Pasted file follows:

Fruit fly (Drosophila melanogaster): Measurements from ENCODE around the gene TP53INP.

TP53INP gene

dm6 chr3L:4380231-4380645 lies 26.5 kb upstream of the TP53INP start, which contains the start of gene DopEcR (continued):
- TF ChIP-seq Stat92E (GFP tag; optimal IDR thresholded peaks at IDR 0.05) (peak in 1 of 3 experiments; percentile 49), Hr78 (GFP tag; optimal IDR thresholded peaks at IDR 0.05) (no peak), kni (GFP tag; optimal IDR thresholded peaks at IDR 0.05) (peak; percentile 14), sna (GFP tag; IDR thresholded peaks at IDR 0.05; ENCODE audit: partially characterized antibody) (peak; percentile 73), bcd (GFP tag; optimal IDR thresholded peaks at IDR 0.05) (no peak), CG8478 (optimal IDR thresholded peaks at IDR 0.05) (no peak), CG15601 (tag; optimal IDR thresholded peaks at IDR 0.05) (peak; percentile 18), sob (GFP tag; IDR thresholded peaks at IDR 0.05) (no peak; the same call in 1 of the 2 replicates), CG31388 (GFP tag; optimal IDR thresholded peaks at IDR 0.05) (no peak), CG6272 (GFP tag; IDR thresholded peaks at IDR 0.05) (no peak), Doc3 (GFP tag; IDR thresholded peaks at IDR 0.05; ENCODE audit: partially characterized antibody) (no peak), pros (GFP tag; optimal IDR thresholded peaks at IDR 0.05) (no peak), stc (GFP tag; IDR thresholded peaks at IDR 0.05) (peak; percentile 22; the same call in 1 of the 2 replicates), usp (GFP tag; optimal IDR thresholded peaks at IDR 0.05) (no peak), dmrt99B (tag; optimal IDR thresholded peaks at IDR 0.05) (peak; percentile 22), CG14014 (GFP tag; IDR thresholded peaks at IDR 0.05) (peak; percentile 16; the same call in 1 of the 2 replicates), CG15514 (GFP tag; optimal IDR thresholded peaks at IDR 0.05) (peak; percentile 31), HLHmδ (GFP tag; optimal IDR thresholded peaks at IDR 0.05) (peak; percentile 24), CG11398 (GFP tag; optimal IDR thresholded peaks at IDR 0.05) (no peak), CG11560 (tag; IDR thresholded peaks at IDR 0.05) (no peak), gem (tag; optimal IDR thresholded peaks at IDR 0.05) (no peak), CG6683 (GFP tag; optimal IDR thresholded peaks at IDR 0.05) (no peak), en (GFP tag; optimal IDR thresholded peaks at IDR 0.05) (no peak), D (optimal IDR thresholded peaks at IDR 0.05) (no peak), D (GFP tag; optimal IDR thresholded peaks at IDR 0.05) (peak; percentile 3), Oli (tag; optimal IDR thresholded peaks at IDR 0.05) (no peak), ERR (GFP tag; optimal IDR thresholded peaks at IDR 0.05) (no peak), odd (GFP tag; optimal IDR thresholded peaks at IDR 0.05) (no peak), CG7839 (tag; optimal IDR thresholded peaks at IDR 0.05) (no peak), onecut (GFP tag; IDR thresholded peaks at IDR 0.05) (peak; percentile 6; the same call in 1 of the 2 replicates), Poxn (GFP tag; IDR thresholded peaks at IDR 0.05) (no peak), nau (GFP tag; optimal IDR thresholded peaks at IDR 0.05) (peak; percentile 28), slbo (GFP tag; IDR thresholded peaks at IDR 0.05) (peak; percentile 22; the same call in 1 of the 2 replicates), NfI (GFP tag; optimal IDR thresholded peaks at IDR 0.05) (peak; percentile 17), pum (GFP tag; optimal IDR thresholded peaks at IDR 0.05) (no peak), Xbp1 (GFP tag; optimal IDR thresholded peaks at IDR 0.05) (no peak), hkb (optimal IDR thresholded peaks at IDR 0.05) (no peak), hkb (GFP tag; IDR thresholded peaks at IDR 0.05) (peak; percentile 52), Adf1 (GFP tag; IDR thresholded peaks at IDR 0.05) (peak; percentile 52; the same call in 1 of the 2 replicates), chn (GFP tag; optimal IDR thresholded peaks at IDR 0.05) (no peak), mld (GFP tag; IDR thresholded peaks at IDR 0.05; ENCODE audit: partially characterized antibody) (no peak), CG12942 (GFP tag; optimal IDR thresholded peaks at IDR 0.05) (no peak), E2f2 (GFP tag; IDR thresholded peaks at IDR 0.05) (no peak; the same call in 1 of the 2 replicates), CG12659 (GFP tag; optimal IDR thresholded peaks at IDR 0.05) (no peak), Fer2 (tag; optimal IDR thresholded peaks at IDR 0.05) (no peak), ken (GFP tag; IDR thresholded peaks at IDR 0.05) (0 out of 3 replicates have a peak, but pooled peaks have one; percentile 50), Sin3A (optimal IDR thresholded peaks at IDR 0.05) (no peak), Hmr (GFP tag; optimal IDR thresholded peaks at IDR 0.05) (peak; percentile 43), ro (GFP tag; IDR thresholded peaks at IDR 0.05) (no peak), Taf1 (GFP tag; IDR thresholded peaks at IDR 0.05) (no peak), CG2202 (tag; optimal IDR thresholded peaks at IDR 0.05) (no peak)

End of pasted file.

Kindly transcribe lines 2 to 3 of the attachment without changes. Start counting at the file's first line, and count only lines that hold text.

TP53INP gene

dm6 chr3L:4380231-4380645 lies 26.5 kb upstream of the TP53INP start, which contains the start of gene DopEcR (continued):